Francis Domingo is Assistant Professor of International Studies at De La Salle University and concurrently a doctoral researcher at the School of Politics and International Relations in University of Nottingham where he is affiliated with the Institute of Asia and Pacific Studies and the Centre of Conflict, Security and Terrorism.
Before joining academia, he worked in government as a research analyst with the Office of Strategic and Special Studies (OSS), Armed Forces of the Philippines where he contributed to a number of assessments on political and security issues. He continues his policy research as a fellow of the Security Reform Initiative, a think tank specializing in security sector reform and military affairs. In the private sector, he coordinated nationwide field operations as the Associate Managing Director of RVDBic, a pioneering business risk and intelligence consultancy firm integrated with the Law Firm of R.V. Domingo & Associates based in the Makati City, Philippines.
MRes Strategic Studies (University of Reading, 2014)
MA Intelligence and Security Studies (Brunel University London, 2009)
Certificate in Management (Asian Institute of Management, 2005)
BA Political Science (De La Salle University, 2004)
De La Salle University (2010-2013)
- Introduction to Global Society (undergraduate, 8 modules, 2010-2013)
- Globalization and Development (undergraduate, 6 modules, 2011-2012)
- Domestic Sources of US Foreign Policy (undergraduate, 3 modules, 2010 & 2012)
- Contemporary Trends and Issues in International Relations (undergraduate, 5 modules, 2011 & 2012)
- International Organizations (undergraduate, 1 module, 2013)
- U.S. National Security System (undergraduate, 1 module, 2011)
- European Intelligence and Security Systems (undergraduate, 1 module, 2012)
- Insurgency and Counterinsurgency (undergraduate, 1 module, 2013)
Victoria University Wellington (2016)
- Cyber Security and International Relations (undergraduate, 1 module)
Working Thesis Title: Small States and Strategic Utility of Cyber Capabilities
The study aims to explore the strategic utility of cyber capabilities for small states. Specifically, it draws on a combination of materials and cultural explanations advanced by existing theories to explain why small states employ computer network operations despite of the perceived strategic limitations of cyber capabilities. It compares three highly networked small states to determine the factors that influence the development cyber capabilities and evaluates the advantages and limitations of these capabilities. Furthermore, it also examines the strategic implications of having cyber capabilities by assessing their utility as foreign policy tools. The study intends to make two contributions to the foreign policy of small states. The first is since strategic thought on cyber conflict is still in its infancy the study can serve as an assessment of the utility of cyber capabilities as a foreign policy tool for small states. The second contribution is that the study also distinguishes the cyber hype (perceived utility) from cyber reality (actual utility) in the context of small states.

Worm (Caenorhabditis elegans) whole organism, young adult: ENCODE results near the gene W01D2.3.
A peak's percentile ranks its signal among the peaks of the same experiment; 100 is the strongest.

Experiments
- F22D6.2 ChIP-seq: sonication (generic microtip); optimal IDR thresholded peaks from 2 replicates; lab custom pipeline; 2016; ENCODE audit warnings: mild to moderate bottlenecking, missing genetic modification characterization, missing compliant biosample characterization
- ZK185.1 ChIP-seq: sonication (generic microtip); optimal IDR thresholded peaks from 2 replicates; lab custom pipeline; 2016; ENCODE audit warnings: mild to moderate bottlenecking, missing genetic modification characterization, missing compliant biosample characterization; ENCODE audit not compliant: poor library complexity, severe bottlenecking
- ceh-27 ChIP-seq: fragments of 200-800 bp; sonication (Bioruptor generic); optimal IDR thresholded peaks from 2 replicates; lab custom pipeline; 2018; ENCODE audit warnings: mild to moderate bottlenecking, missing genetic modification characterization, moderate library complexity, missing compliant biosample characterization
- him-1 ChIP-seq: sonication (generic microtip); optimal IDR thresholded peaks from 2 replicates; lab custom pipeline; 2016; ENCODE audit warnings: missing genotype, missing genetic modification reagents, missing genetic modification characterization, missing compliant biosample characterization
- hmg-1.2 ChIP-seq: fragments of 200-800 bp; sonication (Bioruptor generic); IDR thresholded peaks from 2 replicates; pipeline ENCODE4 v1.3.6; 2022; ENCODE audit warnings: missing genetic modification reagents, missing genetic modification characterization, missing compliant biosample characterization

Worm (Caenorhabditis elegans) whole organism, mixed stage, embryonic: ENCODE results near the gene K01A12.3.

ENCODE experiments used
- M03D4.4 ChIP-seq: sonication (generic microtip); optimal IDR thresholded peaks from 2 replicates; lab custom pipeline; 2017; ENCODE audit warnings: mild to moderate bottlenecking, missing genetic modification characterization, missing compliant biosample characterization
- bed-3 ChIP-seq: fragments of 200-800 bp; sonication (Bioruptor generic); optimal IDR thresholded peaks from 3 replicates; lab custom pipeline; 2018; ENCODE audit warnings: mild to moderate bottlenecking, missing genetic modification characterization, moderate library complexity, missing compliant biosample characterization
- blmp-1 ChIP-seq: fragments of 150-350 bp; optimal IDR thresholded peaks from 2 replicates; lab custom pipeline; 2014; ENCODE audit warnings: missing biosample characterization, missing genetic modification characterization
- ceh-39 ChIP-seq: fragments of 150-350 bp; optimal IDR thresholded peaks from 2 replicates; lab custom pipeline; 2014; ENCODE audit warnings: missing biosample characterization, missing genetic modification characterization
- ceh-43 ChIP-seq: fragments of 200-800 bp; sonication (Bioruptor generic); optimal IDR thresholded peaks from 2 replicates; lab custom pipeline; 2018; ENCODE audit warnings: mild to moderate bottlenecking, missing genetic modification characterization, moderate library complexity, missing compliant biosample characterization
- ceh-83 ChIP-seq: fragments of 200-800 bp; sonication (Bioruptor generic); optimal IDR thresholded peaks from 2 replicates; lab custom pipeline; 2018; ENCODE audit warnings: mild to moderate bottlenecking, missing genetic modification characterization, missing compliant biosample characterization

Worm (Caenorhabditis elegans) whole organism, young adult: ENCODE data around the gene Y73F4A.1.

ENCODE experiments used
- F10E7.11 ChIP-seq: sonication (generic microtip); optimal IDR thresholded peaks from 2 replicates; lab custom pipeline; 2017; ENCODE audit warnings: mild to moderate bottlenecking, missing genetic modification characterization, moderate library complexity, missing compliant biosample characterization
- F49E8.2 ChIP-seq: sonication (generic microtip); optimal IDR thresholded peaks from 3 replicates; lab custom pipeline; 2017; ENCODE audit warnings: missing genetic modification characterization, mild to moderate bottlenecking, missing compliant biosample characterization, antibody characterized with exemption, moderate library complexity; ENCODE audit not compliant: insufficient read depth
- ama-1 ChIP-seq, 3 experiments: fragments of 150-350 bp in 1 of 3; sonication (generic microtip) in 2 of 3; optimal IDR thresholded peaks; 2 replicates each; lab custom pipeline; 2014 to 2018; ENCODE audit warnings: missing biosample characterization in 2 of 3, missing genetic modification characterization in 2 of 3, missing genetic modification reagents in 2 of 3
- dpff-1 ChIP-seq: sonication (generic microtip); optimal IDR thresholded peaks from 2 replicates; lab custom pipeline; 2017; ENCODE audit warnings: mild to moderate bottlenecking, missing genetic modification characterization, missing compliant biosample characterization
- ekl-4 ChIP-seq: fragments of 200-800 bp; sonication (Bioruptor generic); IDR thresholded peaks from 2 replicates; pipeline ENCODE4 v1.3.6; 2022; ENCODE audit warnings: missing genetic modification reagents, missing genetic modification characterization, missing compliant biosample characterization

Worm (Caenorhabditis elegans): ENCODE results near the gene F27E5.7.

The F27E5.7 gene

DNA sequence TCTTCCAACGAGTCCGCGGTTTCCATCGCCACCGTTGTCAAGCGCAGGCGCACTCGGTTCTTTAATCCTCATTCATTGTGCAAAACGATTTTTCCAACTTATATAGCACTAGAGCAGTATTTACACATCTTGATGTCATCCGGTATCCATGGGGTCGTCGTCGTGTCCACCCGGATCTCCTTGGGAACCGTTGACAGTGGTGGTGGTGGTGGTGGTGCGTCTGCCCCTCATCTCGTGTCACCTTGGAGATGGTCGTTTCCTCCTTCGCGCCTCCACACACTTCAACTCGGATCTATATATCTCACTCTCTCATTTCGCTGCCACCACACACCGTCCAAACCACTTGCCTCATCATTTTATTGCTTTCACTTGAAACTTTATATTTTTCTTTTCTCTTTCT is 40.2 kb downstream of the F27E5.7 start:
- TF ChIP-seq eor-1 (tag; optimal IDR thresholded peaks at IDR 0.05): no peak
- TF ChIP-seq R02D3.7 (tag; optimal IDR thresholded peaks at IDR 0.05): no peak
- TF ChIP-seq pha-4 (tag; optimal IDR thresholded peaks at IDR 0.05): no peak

Intelligence Transparency in the Philippines
Democratic states, both new and established, are confronted with fundamental and inevitable dilemma in combining intelligence agencies that are effective and under democratic civilian control. This is due to the tension between the necessity of intelligence agencies to work in secret and the requirement of democratic government for accountability, obliging intelligence transparency. The ultimate challenge for policymakers and scholars is to understand this dilemma and to manage it in a consistent and productive manner.
In the case of the Philippines, basic information regarding the mandate, functions, and objectives of intelligence agencies are not available to the public due to the 'culture of secrecy' embedded in members of the intelligence community. And without the benefit of a freedom of information law which provides access to 'all information pertaining to official acts, transactions or decisions, as well as government research data used as basis for policy development…', it would be impossible for ordinary Filipinos who help fund intelligence agencies to development awareness and gain basic knowledge about the activities of the Philippine Intelligence Community.
In this context, this study provides an overview of the Philippine Intelligence Community (IC) in the context of the following questions: What are the notions of intelligence the Philippines? Why is secrecy necessary in intelligence activities? What is the structure and organization of the IC? What are the different mechanisms for intelligence oversight?
Sustainability of Militant Organizations in the Philippines
This study contends that specific organizational, operational and external factors help sustain the two dominant Philippine militant organizations, the Moro Islamic Liberation Front (MILF) and the Communist Party of the Philippines-New People's Army (CPP-NPA), in pursuing their respective objective. Using the framework of analysis first introduced by RAND Corporation in a study written by Kim Cragin and Sara Daly to assess the sustainability of militant organizations, and drawing on relevant primary and secondary sources, the author examined the general features of the four organizational factors (ideology, leadership, recruitment pools, and publicity), seven operational factors (command and control, weapons, operational space, operation security, training, intelligence, and money), and four external factors (geographic features, weak governance and prevalence of corruption, poverty and violence) and applied these factors to assess the sustainability of the MILF's and CPP-NPA's anti-government activities.